Home Articles Reader Opinion Editorial Book Reviews Discussion Writers Guide About TCRecord
transparent 13
Topics
Discussion
Announcements
You Are Here: Discussion > View Posts for the Faculty Topic > Read a Post
 
Read a Post
 
Reply to this Post
 

clarification

Posted By: Cliff Cockerham on April 30, 2004
 
Is there anything you can cut and paste into the message space (as opposed to sending me to the library:) that outlines the elements of Brain-based learning for 12-14 yoa.

I ask because what I have seen has been sufficiently non-specific to seem like a repackaging of what has long been known...

For example, the brain of some kids learn better with movement... so build movement into the lesson plan. That's not new enough to make a difference in what is already known.

I have seen NUMEROUS vague references to the idea that new neural pathways are forming in the adolescent brain, but I have never seen anything specific outside of discussions of sexual drives.

I am looking for something "new," concrete and helpful like:
"the adolescent brain at at 11 cannot connect truly comprehend the concept of the atom since it is too abstract for the neural pathways that are there. Around age 12, a majority of kids start to develop the pathways for grasping unimaginably small scale and are responsive to the analogy of changes in order of magnitude if you can refer to driving distance.... so, if an atom is the size of your finger and you lay the atoms in a cubic millimeter (which you can put in someone's hand) end to end at this bigger size, you could reach from here to the state capitol and back 42 times."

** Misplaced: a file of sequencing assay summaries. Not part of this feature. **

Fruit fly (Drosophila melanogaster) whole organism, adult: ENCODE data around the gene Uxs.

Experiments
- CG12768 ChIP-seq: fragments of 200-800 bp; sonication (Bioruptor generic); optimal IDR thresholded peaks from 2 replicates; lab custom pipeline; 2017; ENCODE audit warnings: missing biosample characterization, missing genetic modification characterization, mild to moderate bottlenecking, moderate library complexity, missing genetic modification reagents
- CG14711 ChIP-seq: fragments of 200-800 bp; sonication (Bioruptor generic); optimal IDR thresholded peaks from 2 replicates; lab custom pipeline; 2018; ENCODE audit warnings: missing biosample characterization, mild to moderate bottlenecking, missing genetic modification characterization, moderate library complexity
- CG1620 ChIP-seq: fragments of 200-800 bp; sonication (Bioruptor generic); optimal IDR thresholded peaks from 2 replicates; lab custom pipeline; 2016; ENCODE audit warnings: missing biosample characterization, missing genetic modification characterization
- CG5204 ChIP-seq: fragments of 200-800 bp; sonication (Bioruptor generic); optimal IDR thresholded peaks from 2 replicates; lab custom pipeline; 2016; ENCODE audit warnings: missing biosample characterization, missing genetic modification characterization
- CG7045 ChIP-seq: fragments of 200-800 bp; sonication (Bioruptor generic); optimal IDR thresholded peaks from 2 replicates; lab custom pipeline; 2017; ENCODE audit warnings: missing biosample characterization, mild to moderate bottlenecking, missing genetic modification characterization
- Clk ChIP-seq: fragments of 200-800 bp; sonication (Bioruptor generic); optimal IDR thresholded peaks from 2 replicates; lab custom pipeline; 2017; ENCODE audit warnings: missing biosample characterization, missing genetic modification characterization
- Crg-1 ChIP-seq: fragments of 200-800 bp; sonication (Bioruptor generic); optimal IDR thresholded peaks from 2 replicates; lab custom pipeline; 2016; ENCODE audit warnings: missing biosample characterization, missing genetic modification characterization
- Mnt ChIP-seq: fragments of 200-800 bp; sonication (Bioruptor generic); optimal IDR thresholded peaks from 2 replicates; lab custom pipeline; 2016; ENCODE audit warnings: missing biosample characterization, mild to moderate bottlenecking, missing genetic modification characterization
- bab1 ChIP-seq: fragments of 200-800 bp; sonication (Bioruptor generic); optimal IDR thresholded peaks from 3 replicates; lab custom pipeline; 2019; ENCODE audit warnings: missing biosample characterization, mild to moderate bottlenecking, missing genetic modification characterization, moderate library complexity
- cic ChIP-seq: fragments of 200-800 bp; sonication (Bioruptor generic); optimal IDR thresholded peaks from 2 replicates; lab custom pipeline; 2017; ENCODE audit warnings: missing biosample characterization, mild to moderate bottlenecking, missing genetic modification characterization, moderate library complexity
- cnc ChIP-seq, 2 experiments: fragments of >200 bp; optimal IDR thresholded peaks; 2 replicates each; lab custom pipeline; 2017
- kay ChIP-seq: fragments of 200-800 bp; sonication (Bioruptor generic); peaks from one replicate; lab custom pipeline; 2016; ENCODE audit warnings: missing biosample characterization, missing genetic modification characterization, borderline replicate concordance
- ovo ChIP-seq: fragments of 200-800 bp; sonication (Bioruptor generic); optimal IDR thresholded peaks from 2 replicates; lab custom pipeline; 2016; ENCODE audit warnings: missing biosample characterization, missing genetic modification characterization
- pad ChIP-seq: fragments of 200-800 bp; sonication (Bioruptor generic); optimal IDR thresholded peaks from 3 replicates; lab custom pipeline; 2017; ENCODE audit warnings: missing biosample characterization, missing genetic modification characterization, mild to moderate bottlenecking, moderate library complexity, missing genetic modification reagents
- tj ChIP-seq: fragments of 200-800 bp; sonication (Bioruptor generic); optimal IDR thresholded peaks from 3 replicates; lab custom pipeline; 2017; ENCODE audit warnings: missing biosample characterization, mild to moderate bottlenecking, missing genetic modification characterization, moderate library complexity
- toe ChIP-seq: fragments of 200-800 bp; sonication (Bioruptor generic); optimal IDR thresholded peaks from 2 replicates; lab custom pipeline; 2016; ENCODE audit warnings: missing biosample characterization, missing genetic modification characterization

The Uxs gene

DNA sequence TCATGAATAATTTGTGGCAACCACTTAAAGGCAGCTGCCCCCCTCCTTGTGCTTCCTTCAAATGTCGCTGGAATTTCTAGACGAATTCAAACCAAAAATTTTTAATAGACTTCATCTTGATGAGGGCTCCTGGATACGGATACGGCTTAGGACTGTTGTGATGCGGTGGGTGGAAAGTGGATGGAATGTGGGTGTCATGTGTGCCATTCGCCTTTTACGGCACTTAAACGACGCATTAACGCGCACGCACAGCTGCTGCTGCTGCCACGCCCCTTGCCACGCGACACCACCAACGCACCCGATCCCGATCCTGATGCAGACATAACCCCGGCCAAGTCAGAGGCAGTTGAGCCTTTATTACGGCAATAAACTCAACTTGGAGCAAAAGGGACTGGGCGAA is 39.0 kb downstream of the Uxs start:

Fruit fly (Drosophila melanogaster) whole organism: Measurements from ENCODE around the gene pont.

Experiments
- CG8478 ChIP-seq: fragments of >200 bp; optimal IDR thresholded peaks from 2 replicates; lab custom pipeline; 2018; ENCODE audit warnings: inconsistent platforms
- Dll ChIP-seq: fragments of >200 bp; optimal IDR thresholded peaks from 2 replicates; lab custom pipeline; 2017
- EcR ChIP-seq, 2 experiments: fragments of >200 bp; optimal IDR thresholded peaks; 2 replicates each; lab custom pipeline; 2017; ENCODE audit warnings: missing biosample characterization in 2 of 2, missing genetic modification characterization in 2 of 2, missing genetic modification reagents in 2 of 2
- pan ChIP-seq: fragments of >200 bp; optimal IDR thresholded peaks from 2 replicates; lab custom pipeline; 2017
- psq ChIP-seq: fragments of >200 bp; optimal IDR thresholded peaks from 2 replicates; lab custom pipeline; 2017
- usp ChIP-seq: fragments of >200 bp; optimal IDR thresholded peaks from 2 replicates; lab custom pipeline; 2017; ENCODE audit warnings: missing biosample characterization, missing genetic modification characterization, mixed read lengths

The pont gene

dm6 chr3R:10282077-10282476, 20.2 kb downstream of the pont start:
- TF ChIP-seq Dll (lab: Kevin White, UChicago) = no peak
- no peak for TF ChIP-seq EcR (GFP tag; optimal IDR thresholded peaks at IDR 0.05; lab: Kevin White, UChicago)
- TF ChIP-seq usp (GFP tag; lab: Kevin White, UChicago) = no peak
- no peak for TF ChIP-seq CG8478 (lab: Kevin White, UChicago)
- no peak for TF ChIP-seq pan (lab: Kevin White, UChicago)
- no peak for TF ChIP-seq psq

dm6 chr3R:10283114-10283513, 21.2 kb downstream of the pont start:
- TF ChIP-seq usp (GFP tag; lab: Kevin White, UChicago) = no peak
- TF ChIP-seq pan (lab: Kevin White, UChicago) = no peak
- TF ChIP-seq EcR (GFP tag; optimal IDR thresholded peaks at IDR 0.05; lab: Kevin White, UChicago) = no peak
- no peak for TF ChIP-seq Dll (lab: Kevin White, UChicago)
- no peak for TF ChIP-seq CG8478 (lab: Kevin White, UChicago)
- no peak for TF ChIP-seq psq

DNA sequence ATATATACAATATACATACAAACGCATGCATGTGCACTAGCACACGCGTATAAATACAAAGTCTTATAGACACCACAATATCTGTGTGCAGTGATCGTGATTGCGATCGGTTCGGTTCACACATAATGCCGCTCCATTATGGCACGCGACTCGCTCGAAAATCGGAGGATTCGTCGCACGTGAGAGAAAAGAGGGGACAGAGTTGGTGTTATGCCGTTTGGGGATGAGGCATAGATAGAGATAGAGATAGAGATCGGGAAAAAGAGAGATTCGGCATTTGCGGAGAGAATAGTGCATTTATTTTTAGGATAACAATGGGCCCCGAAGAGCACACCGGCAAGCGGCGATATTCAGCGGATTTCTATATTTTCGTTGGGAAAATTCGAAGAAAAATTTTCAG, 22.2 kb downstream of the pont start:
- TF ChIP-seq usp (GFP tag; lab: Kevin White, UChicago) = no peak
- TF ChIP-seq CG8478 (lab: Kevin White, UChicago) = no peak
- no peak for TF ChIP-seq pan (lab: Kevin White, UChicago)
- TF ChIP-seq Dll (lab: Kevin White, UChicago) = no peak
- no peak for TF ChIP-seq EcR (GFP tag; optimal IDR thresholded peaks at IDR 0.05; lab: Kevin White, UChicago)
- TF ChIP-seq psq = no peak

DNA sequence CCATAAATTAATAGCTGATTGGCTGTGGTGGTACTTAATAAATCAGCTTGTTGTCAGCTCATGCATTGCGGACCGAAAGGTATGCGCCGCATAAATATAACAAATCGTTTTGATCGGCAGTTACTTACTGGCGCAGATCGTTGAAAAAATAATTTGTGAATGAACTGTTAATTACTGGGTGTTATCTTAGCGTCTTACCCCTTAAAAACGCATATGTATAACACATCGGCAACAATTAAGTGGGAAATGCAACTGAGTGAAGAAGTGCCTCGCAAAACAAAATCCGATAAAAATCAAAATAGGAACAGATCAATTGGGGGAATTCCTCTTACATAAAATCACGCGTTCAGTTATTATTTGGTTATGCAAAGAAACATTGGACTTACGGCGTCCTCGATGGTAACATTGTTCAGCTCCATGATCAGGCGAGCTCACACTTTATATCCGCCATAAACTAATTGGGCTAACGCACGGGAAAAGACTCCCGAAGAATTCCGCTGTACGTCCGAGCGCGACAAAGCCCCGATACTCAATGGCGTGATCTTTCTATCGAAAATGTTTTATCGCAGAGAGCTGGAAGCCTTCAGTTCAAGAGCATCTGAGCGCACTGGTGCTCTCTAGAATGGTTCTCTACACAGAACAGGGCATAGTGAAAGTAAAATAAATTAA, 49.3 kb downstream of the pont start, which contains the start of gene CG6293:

-------------------------------------------------------
By the way, I didn't check the numbers in my "ideal" example above... I am LOOKING for something this specific... not trying to do the math myself! That said, I have seen a reference that says that kids CANNOT grasp the atom at age 10-13 and it is a waste of time to teach it... leading to deeply "learned" misconceptions that prevent accurate learning when they reach the right developmental stage to grasp the idea. The research based observation is particularly frustrating since state and local standards mandate teaching and high stakes testing on the concept at this age!

Thanks - Cliff
Thread Hierarchy
 Faculty Development & Brain-based Learning by Kathy Overstreet on April 22, 2004
Member Center
In Print
This Month's Issue

Submit
EMAIL

Twitter

RSS